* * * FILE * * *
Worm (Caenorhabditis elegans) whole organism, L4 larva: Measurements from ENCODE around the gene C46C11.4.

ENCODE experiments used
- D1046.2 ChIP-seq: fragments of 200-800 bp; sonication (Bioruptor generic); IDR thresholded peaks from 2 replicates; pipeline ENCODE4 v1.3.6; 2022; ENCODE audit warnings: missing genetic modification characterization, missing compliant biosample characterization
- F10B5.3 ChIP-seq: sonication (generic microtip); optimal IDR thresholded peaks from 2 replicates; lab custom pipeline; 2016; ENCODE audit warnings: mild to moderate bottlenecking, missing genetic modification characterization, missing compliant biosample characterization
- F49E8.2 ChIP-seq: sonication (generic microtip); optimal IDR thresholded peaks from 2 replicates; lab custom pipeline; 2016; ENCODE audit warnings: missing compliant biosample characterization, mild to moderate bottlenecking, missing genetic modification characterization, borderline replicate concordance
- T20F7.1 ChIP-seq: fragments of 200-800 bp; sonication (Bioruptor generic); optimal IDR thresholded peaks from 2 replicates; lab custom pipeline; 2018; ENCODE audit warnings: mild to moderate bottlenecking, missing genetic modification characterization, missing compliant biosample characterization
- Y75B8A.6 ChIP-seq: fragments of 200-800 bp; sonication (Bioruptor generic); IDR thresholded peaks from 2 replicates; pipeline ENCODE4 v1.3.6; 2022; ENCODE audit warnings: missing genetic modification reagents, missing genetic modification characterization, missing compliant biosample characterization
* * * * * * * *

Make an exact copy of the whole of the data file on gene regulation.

Worm (Caenorhabditis elegans) whole organism, L4 larva: Measurements from ENCODE around the gene C46C11.4.

ENCODE experiments used
- D1046.2 ChIP-seq: fragments of 200-800 bp; sonication (Bioruptor generic); IDR thresholded peaks from 2 replicates; pipeline ENCODE4 v1.3.6; 2022; ENCODE audit warnings: missing genetic modification characterization, missing compliant biosample characterization
- F10B5.3 ChIP-seq: sonication (generic microtip); optimal IDR thresholded peaks from 2 replicates; lab custom pipeline; 2016; ENCODE audit warnings: mild to moderate bottlenecking, missing genetic modification characterization, missing compliant biosample characterization
- F49E8.2 ChIP-seq: sonication (generic microtip); optimal IDR thresholded peaks from 2 replicates; lab custom pipeline; 2016; ENCODE audit warnings: missing compliant biosample characterization, mild to moderate bottlenecking, missing genetic modification characterization, borderline replicate concordance
- T20F7.1 ChIP-seq: fragments of 200-800 bp; sonication (Bioruptor generic); optimal IDR thresholded peaks from 2 replicates; lab custom pipeline; 2018; ENCODE audit warnings: mild to moderate bottlenecking, missing genetic modification characterization, missing compliant biosample characterization
- Y75B8A.6 ChIP-seq: fragments of 200-800 bp; sonication (Bioruptor generic); IDR thresholded peaks from 2 replicates; pipeline ENCODE4 v1.3.6; 2022; ENCODE audit warnings: missing genetic modification reagents, missing genetic modification characterization, missing compliant biosample characterization